Sound and Fury

Sound and Fury

Amid the uproar over the book “Fire and Fury” by Michael Wolff, documenting (supposedly) the inner workings of the Trump White House and campaign, two incidents have not gotten the attention they deserve. And they portend grave ills in our political system.

First, Interior Secretary Ryan Zinke exempted the state of Florida from natural gas and oil drilling off its coast. Republican governor Rick Scott met with Zinke and afterward Zinke indicated that he had allowed the exemption at the governor’s request. Zinke has not indicated that democratically-run states could get similar exemptions. Along with the tax bill recently passed this is a clear example of Republican punishment of blue states.

Second, Democratic Senator Dianne Feinstein unilaterally released testimony by the opposition research firm Fusion GPS (commissioners of the infamous Steele dossier) without the consent and approval of Republicans. This action outraged the head of the Senate Intelligence Committee, Republican Senator Chuck Grassley. Partisan clefting in the Committee displays an utter lack of cooperation and shared goals by the individuals tasked with running our government.

Winner-take-all

Key to these two incidents is evidence of intensifying winner-take-all effects in American political life. Laws are not passed and policy changes are not made unless one party controls majorities in the branches of government.

This fact is salient: Government has shifted from the mean to the outliers. While it may be true that our government was not as bipartisan in the past as it may seem from our current perspective, the political parties no longer shift to the middle in order to enact policy or win votes. Intolerant minorities now control policy and because of people’s political tribalism they will vote with a party or candidate with an extreme view as long as they are labeled Republican or Democrat. That is to say: people would rather vote and support a viewpoint with which they do not strongly agree as long as those candidates and policies are labeled and marketed as being part of their party.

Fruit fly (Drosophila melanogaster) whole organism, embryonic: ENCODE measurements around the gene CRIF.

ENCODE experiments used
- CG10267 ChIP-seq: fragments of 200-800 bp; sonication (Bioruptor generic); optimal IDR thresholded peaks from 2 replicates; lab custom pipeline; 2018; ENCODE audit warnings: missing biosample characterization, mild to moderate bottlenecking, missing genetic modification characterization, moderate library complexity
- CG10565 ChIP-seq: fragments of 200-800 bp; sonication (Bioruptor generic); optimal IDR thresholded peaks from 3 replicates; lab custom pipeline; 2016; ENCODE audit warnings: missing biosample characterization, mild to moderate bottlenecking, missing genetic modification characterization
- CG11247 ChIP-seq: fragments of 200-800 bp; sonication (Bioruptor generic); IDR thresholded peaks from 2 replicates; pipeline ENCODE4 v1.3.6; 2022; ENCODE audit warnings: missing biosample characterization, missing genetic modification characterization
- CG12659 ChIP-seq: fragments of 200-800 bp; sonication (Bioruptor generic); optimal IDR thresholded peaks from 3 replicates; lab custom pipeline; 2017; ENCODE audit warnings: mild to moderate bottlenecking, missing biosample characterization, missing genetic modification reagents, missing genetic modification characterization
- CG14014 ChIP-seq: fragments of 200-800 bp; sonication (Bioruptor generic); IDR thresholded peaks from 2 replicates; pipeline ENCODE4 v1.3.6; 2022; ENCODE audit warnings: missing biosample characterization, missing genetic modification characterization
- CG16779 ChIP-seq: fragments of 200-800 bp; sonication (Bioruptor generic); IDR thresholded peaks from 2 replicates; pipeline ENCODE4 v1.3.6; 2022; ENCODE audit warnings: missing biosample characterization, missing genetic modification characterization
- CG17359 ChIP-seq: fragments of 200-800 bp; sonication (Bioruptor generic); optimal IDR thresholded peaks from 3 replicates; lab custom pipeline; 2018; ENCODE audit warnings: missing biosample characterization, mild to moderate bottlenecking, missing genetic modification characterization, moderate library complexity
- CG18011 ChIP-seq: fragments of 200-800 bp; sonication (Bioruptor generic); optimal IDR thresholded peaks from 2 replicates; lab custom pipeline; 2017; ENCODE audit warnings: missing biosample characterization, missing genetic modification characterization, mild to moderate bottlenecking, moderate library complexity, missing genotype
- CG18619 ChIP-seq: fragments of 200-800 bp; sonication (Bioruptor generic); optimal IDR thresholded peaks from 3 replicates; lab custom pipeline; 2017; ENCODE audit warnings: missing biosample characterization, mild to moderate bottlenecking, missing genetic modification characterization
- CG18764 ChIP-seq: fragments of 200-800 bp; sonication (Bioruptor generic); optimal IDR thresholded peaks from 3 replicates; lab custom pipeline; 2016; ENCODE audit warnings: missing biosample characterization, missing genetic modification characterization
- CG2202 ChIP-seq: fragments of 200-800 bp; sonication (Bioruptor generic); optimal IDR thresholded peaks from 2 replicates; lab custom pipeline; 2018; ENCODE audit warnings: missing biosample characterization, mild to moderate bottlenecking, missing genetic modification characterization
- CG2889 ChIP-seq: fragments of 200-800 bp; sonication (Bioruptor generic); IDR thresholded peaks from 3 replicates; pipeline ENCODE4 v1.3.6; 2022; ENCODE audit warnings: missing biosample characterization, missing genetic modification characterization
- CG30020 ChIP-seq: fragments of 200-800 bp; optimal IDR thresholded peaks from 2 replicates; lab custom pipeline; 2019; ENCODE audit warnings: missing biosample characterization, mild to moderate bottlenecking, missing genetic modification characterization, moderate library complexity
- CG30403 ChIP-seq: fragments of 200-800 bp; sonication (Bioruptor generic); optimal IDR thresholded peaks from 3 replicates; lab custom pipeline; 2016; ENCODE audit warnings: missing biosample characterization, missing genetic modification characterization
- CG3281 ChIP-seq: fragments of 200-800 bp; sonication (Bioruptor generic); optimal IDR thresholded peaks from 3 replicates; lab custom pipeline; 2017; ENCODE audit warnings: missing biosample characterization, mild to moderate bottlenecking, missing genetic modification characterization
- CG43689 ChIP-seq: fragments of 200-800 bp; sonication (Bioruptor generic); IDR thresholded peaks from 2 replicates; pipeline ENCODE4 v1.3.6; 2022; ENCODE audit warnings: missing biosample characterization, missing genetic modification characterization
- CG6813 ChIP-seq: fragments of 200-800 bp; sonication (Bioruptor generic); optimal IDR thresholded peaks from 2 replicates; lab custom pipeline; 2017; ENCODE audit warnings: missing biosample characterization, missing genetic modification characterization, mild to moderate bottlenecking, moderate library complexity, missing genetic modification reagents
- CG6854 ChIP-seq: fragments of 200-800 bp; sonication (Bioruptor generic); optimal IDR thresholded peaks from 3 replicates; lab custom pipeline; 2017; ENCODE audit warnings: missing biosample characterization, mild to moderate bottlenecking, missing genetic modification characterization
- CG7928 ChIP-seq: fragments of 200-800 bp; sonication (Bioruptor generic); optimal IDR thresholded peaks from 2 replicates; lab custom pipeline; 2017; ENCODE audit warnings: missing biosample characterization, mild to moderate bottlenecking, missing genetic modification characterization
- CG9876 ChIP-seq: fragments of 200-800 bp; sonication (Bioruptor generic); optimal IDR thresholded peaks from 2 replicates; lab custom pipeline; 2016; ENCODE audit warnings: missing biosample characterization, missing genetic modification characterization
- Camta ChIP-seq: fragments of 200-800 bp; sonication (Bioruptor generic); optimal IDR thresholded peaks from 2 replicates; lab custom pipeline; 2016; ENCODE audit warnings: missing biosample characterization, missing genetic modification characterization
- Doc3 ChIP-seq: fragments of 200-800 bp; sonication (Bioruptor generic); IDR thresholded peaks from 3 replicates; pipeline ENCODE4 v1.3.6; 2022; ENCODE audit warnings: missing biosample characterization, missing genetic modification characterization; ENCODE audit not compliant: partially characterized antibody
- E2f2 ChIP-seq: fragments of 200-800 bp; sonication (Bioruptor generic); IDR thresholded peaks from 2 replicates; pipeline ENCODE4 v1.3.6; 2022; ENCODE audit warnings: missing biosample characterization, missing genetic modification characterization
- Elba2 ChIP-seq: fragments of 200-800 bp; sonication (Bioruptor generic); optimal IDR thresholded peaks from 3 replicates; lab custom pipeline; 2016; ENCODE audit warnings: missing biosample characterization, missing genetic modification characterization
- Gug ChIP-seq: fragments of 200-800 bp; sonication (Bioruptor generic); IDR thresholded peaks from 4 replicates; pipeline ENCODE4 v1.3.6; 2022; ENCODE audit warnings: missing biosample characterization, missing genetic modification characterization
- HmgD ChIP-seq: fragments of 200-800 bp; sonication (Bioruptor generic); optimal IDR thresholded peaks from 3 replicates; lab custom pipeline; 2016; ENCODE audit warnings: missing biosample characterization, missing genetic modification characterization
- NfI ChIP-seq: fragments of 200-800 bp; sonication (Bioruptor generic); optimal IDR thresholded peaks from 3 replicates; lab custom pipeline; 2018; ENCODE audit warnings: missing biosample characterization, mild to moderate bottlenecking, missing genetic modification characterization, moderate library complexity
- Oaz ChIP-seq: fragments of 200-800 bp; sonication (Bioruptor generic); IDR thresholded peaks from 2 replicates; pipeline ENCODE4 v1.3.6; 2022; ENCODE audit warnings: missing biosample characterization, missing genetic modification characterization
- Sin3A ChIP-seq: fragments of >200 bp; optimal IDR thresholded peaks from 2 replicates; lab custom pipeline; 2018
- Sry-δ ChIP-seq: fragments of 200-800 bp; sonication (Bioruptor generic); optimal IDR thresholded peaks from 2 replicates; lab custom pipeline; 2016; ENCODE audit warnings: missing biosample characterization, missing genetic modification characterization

Going as far back as the Affordable Care Act’s passage under the Obama Administration, passed with no Republican votes, the political parties have shown an inability to compromise. While this changing landscape has been analyzed, remarked-upon, and derided it has recently lost some attention due to the abhorrent and tumultuous Trump Administration. It is clear that the Trump Administration is a symptom, not the disease.

Going Forward

Partisanship, particularly the takeover of the Republican Party by an intolerant, radical minority, will stretch beyond the current administration. It is myopic to believe that all will be well after the inevitable downfall of President Trump – the American people and political system are not dealing with the causes of Trump’s rise in the first instance.

It is an irony that part of Trump’s appeal was in not belonging to a political party, that he was not part of the stagnant and dysfunctional establishment, but that his election has exacerbated the partisan divide in the country.

Dysfunction in Washington is here to stay, and while the issues of collusion and incompetence are important, in the arc of history it will be remembered as being “sound and fury” and not the central issue of the time.